Mallorca, Porto Colom to Menorca, Cala Degollador (anchorage) Log
17 July 2016 | Menorca, Cala Degollador (position: 39 59.673'N 03 49.643'E)
The winds in the Med are unpredictable, quick to change and often very different in places only a short distance apart. In Mallorca winds frequently blow from the west, northwest, north and east but are altered considerably by the effects of local topography. Apparently there's a saying that in the summer there are nine days of light winds followed by a gale, which is very close to reality from our experience to date. Since our arrival in Mallorca winds appear to be constantly coming from the NE or E, strengthening by mid-afternoon, not very useful when we're trying to make progress NE along the coastline as we seem to have wind on the nose all of the time. As for visiting all of these lovely calas, well, either we have been very unlucky or they are more suited for lunchtime stops only because of the swell. With a month left until we exceed our 183 days in Spain and with Menorca, the final island of the Balearics still ahead of us to be explored we decided that if we want to get anywhere in a timely manner then it'll have to be done under engine.
With a NE wind predicted again we decided on an early start to take advantage of the virtually nil winds in the morning before the afternoon wind kicked in. By early afternoon we were well on our way to Menorca some 40 miles away and we're lucky that we had just light head winds which made for excellent progress.
Bruce was inspired to drop a line over the side, silicone squids this time to catch 'Bonito'. Text book deployment but the hours passed with no hint of a bite. He's blaming me given that I chose the colour combination, pink and white squid! At the time I was 'thinking like a fish' but as he said, have you ever seen pink and white squid in the fish market... he had a point!
Menorca is the most easterly of the Balearic Islands, only 26 miles long, 11 miles wide. Not as mountainous as its neighbours but instead a low plateau with a few small hills beyond. The oldest island, full of history and ancient monuments.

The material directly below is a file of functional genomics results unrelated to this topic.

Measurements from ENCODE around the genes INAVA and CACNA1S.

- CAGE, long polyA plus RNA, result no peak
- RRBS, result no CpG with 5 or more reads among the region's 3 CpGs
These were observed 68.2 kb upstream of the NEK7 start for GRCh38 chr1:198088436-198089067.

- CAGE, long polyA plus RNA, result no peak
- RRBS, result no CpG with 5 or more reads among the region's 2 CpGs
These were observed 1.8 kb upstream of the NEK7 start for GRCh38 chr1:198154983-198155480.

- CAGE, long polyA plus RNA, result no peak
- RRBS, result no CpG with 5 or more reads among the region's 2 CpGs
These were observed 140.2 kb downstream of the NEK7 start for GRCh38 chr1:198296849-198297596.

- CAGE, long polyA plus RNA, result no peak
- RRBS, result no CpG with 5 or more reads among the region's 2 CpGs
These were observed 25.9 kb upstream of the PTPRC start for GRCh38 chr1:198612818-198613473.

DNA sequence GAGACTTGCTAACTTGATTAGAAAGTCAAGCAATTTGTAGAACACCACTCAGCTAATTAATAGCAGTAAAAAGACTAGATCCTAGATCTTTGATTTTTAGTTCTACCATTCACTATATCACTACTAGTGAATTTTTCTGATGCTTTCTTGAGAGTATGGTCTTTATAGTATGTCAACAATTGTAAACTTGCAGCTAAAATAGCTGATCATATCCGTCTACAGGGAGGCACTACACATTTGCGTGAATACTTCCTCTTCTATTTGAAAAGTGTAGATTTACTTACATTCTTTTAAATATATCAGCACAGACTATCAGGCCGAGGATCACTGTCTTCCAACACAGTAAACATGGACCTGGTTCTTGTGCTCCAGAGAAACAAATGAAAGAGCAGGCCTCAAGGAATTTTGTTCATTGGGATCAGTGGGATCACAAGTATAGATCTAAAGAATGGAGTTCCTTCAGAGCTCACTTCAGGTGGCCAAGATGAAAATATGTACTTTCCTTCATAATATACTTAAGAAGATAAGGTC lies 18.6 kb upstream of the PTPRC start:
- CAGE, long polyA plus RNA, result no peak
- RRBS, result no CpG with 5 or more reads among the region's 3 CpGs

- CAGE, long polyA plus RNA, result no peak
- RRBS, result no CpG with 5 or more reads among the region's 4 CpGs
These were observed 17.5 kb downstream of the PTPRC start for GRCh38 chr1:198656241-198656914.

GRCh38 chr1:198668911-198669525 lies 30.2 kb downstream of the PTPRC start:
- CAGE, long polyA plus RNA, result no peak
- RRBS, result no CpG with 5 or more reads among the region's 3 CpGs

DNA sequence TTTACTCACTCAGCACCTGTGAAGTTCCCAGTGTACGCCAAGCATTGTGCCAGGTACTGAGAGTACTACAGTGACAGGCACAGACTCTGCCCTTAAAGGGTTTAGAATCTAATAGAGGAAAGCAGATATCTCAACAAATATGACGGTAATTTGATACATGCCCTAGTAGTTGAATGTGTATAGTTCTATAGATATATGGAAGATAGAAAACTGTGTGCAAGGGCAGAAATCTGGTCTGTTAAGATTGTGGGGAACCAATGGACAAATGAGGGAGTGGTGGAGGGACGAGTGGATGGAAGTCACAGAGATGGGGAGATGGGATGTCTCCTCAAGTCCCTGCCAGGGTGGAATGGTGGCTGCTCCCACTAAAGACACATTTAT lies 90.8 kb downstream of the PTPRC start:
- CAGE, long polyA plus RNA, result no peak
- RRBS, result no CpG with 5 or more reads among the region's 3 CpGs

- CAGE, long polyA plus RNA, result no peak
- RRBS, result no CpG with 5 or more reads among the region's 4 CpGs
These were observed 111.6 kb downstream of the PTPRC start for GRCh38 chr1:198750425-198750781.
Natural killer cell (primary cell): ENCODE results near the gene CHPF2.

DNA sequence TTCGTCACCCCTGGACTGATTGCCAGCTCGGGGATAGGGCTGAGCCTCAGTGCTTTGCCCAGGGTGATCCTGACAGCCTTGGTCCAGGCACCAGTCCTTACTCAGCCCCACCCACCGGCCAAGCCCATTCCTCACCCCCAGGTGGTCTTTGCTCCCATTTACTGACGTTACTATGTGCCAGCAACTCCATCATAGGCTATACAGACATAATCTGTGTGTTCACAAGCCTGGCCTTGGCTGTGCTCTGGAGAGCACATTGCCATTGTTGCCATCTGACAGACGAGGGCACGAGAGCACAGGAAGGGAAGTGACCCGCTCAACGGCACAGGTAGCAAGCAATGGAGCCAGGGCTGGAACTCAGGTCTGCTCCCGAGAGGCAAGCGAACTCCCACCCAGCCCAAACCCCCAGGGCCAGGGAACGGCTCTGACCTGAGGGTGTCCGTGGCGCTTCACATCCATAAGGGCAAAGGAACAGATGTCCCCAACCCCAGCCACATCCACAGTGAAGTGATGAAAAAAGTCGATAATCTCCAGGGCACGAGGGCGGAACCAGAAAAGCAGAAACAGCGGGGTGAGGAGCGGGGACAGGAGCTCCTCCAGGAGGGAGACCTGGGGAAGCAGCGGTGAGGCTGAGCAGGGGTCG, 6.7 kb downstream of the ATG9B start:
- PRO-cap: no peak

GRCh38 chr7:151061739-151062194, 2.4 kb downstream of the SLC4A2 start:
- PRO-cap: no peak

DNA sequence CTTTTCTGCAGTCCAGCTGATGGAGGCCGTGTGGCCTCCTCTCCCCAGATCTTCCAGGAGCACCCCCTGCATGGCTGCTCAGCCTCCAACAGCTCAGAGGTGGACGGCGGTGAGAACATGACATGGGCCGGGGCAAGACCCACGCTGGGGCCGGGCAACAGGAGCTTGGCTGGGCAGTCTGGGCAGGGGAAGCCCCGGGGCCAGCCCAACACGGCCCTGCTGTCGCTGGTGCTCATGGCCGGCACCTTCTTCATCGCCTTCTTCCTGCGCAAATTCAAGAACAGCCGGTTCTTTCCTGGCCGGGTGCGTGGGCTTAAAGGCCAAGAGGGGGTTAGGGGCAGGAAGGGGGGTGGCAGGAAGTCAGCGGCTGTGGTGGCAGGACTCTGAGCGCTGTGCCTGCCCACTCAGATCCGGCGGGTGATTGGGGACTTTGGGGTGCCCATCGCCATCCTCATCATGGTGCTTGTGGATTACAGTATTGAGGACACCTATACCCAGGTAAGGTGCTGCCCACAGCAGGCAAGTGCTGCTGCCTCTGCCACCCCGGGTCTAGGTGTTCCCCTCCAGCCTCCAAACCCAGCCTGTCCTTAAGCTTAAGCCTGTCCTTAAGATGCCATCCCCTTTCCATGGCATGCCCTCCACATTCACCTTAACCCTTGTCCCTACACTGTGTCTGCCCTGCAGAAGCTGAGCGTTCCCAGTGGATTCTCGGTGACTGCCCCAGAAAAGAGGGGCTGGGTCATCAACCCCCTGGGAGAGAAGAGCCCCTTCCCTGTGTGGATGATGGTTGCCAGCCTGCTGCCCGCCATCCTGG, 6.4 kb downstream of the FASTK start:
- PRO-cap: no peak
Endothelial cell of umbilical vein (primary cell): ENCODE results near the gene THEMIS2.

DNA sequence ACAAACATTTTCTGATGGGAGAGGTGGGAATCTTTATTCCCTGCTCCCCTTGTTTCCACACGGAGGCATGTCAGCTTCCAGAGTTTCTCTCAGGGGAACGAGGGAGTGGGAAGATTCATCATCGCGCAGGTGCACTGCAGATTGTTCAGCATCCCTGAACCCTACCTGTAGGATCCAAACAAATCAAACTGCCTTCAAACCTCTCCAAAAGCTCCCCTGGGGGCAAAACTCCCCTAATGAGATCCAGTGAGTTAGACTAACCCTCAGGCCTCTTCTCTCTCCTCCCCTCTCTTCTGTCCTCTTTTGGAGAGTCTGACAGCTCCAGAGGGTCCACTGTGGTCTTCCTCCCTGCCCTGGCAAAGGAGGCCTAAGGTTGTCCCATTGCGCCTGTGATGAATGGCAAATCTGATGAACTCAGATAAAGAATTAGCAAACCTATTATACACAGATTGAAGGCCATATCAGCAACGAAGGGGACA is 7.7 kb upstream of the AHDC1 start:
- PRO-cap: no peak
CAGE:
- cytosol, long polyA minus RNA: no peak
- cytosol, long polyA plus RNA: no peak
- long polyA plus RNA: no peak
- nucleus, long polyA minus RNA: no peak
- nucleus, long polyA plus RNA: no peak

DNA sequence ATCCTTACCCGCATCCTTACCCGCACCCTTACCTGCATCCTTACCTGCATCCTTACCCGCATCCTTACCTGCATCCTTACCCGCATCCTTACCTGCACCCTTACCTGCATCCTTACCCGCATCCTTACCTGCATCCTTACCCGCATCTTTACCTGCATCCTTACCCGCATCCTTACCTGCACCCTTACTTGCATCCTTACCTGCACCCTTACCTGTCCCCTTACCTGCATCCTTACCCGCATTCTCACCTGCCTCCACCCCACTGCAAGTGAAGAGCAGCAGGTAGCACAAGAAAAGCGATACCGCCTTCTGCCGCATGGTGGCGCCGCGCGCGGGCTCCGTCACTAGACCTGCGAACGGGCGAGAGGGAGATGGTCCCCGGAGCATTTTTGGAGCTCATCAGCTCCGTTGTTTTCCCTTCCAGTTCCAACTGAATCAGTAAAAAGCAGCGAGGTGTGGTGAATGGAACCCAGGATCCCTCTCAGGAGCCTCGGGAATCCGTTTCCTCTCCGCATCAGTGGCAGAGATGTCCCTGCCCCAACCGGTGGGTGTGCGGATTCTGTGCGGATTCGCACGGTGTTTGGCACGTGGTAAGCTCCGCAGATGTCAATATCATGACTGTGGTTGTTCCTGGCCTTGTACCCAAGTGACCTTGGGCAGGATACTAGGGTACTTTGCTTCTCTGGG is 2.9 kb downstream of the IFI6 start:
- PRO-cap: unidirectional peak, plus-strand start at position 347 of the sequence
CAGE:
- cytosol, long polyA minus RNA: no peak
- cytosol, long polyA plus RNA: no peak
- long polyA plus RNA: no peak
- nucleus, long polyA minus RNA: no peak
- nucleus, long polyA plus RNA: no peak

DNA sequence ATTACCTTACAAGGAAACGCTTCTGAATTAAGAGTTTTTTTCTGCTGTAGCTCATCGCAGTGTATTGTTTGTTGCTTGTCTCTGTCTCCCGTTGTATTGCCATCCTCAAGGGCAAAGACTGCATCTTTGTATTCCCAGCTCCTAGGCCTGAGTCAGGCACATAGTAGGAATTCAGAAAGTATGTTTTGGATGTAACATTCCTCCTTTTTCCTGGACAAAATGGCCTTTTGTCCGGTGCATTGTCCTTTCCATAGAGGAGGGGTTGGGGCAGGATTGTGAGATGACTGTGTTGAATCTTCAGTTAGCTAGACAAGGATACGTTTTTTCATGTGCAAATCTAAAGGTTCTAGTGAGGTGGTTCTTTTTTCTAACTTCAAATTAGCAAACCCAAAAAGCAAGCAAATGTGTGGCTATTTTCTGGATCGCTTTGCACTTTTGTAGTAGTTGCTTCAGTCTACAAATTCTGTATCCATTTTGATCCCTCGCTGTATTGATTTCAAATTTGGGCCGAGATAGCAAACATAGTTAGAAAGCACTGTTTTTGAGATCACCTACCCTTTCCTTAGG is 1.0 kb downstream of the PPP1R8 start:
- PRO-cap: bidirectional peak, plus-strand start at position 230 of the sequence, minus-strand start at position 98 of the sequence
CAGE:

By mid afternoon we'd arrived on the NW coast near Ciutadella. This gave us time to explore a couple of calas either side of Cuitadella before deciding which one to stay in overnight. First was Cala Degollador, just south of the entrance to Ciutadella with an islet located in the middle. Several yachts were already anchored. It looked busy but given that within a mile there were several alternative calas to consider we headed off towards the northern side of Ciutadella to Cala d'Es Frares. This had virtually no room given six yachts were already at anchor so we motored to Cala Blanes. Upon our arrival we were both speechless with only the expressions on our faces saying an awful lot... far too close to rocks! Next, Cala Brut. With only one yacht at anchor it looked promising until we looked at the depth only to find that he'd anchored in the only shallow spot within the surrounding area which was over 20 meters. We continued to Cala Barcelo where we both laughed nervously! Our pilot book details this as "a very small cala" surrounded by 10m rocky cliffs, no beach or attractions. 'very small' is the optimum word. We care far too much for Flirtie to even consider anchoring in this cala.
By now we were feeling a little 'cala' despondent so headed back into the harbour of Ciutadella just to take a look. The harbour is attractive consisting of a long narrow cala leading to a small inner area edged with quays and plenty of availability (we weren't surprised as we heard that to berth here costs a fortune). Having seen enough for one day we motored back to Cala Degollador which now looked to be the best cala of them all, dropping our hook in about 10 meters. We were particularly careful to make sure our anchor was well dug in because we were pretty close to the surrounding rocks and we set our anchor alarm with a small radius. By the time evening arrived there were 15 yachts anchored, some far too close to one another! It seems the standard practice in the Balearics is to anchor badly and don fenders either side of your vessel hopefully preventing any damage should a collision occur if the wind direction were to change during the night!
Being anchored so close to the rocks became insignificant when by nightfall a Frenchman dropped his anchor and was lying just 10m off Flirtie. He knew he was too close, he knew that HE should have moved - that's normal yacht etiquette if you have respect for your fellow cruisers. Whilst sat in his cockpit he kept looking over with concern and eventually pulled in a handful of chain - more of a courteous thing we feel. As the evening progressed and we all moved with the wind and swell he was continually changing the scope of his chain. He obviously felt uncomfortable so why, oh why, did he anchor so close in the first place - we'll never understand!
Total distance this season: 835.82 nautical miles